4:20 PM
Matt bought Bass Player Magazine at the Barnes and Noble in San Luis Obispo. Gracing the cover was Ben, a guy I was friends with ten years ago. His band often played with mine at all ages club shows at the Jersey shore. I envied his immeasurable talent. He had the best of all worlds: expert guitarist finesse, multi-dimensional vocal ability, not to mention enough charisma to win over every girl (or guy) in the joint. I remember one cold December night after a show at the Surf Club in Ortley Beach, a crew of us hunkered down at a sticky table at the OB Diner in Point Pleasant (home of Kirsten Dunst for those keeping score at home). During a discussion on the deluge of straight edge and vegan kids at our shows, he coolly remarked, “Look, I’m wearing a leather belt. I don’t care about that. I smoke cigarettes. I’m eating this cheeseburger. All I care about is my guitar, my bands, music.” What he said made sense for him. There he is, looking not much different than he did in 1994, on the cover of a magazine, doing exactly what he said he would do. I was 18 then. I obsessed over hardcore, DIY, punk. The notion of devoting myself to music was entirely foreign. More precisely, it was anathema to everything I believed in. You were not supposed to live off of music, that was the rule. I was a freshman in college, I planned…shit, time to look at directions, I will continue this rant later…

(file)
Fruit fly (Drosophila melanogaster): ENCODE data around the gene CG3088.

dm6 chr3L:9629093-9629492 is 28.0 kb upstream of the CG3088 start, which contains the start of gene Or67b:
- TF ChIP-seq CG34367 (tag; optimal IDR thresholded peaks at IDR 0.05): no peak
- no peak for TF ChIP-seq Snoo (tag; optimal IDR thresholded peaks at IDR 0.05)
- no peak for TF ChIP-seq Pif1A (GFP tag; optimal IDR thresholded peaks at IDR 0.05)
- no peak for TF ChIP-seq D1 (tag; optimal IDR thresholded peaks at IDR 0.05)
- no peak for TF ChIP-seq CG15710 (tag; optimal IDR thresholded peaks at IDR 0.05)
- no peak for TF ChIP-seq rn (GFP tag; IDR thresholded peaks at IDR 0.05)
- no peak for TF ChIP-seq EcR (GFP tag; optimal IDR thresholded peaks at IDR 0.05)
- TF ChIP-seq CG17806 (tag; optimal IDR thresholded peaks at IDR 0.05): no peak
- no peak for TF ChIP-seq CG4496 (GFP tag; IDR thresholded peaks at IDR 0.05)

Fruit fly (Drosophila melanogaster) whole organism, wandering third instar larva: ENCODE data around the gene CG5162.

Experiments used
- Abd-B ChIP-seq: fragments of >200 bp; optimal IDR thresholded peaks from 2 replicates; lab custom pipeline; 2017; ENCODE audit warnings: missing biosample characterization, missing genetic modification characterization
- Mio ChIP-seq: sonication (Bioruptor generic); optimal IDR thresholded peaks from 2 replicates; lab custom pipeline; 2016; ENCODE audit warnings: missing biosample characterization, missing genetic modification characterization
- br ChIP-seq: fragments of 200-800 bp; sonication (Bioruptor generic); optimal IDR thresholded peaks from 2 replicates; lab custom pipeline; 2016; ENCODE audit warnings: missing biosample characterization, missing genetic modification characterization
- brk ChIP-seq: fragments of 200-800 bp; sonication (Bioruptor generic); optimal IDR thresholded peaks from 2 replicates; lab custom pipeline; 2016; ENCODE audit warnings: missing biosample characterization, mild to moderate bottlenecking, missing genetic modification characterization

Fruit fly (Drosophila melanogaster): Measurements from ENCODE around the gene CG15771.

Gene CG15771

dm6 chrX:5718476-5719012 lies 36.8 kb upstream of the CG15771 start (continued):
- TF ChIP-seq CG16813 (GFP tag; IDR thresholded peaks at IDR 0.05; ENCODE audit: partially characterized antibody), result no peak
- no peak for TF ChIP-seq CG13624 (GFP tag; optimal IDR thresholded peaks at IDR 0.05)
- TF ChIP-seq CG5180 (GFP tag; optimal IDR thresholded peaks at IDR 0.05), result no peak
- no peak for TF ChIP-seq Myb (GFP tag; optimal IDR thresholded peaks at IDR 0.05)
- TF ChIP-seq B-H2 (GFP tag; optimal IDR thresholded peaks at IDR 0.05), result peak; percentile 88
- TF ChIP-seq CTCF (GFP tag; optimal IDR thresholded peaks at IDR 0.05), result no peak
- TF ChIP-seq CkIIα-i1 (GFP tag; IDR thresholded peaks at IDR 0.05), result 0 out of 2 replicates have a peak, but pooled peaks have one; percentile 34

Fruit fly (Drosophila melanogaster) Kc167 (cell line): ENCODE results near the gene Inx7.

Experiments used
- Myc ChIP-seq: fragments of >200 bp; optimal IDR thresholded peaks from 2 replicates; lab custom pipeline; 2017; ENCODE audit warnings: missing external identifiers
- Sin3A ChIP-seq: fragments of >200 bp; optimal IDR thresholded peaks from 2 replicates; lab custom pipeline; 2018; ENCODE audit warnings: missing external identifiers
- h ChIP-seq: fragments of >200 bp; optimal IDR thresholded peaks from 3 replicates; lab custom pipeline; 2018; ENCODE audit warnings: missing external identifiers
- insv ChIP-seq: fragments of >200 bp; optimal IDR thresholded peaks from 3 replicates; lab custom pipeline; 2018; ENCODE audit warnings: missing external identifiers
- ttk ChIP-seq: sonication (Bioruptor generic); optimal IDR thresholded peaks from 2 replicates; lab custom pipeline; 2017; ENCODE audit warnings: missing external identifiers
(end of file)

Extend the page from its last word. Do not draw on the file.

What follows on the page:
Monday, January 14, 2008


10:22 AM

The sun shines as usual as we leave L.A. This has been our home. We stayed the last two nights at Ray’s house in Huntington Beach. Nice place, nice area. Hanging out with Ray is always a blast. Our show last night was in this dodgy area of L.A. by skid row. There were no indications outside the venue that it was a venue. We parked the vans in the back and watched twitching, growling homeless guys watch us. One of them was paid by the venue to guard the band’s vans (though he asked us for payment directly).

I thought it strange how we sat in the middle of downtown, yet once night fell, the streets transformed into a shanty town of begging, howling, braying vagrants and cardboard box tent tenement cities. I couldn’t comprehend how the LAPD allowed this civilization of the homeless to erect their shoddy edifices, given that the police of the northeast cities would surely batter down such transient domiciles. I don’t imagine the LAPD being more compassionate.